Kitagawa Utamaro, Woman at her morning toilette, a hanging scroll painting

Edo period, around AD 1800

Utamaro (died AD 1806) was a master at catching the moods of his female subjects, often in the more private moments of their lives. Here a married woman is engaged in her morning toilette. Her gaze is caught by the beauty of a potted morning glory: perhaps it has come into bloom overnight for the first time. Her straight back, placed almost in the centre of the horizontal space and topped by the rounded marumage hairdo, forms a strong triangular composition with the potted plant on the left, and the copper water bowl and porcelain dish with toothbrush and mouthwash to the right. Utamaro used a similar triangular composition in other paintings of the period.

Utamaro was particularly skilled at using the patterns of textiles to indicate the shapes of bodies beneath, and here the lines of the checked blue outer-kimono suggest convincingly the woman's bended knee. Even without much shading, the knee appears to project towards the viewer; folds of cloth bunched at the elbow create a similarly naturalistic effect.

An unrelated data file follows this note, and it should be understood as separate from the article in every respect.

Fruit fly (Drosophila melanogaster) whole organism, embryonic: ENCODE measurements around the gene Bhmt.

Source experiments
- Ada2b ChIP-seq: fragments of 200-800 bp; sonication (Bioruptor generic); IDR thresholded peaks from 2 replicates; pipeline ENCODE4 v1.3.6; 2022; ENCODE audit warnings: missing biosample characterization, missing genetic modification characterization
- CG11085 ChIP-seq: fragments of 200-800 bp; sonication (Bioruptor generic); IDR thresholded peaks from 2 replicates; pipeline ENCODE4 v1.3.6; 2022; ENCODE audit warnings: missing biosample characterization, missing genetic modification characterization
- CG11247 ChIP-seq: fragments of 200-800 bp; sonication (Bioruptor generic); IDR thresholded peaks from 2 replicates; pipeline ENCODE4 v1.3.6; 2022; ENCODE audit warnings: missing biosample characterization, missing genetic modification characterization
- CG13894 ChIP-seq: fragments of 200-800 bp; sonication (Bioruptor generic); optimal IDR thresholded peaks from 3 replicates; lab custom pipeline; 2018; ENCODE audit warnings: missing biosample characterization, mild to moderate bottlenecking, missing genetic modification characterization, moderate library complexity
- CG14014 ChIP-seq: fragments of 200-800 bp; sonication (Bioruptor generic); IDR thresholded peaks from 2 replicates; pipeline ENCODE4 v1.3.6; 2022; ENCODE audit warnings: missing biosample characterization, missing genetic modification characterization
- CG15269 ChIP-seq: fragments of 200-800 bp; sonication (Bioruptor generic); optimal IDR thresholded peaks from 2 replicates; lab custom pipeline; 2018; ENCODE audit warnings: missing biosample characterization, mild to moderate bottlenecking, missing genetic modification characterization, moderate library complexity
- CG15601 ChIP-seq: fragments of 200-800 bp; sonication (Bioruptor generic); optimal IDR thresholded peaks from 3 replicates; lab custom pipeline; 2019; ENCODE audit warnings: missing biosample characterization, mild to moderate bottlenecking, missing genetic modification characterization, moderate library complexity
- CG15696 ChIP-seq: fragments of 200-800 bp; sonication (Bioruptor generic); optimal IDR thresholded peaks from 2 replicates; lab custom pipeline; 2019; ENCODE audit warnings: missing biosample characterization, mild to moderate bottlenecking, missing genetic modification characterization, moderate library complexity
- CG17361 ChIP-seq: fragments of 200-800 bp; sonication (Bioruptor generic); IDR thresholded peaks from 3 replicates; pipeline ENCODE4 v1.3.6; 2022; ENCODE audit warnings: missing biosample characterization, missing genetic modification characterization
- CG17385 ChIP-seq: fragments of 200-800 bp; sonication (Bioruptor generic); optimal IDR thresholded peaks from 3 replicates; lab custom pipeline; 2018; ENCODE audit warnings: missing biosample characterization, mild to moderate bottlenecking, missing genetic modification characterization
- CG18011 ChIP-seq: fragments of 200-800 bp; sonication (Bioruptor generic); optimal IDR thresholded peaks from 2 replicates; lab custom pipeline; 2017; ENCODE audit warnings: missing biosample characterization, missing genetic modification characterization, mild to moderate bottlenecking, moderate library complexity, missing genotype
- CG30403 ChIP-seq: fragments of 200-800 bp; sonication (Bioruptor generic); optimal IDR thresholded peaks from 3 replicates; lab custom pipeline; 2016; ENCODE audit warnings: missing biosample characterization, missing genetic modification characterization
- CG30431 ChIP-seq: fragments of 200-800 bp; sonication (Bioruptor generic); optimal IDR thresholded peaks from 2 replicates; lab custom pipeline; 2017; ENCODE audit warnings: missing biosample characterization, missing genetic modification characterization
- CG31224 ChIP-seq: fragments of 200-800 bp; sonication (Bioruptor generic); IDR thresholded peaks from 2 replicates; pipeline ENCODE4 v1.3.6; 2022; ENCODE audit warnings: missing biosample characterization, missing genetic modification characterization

The rougher blue and white checks of the under-kimono and towel give variety to the range of textures. The touches of red, especially around the naked knee, give a sensuality that is rarely missing from Utamaro's works.

The signature reads 'Utamaro hitsu' ('the brush of Utamaro'). The seal reads 'Utamaro'.

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More information


L. Smith, V. Harris and T. Clark, Japanese art: masterpieces in (London, The British Museum Press, 1990)

T. Clark, Ukiyo-e paintings in the Briti (London, The British Museum Press, 1992)

M. Narasaki (ed.), Hizō Ukiyo-e taikan, vol. 1 (Tokyo, Kodansha, 1987)

S. Asano and T. Clark, The passionate art of Kitagawa (London, 1995)


Height: 394.000 mm
Width: 549.000 mm

Museum number

Asia JA JP ADD380 (1965.7-24.04)


Bequeathed by C. Maresco Pearce


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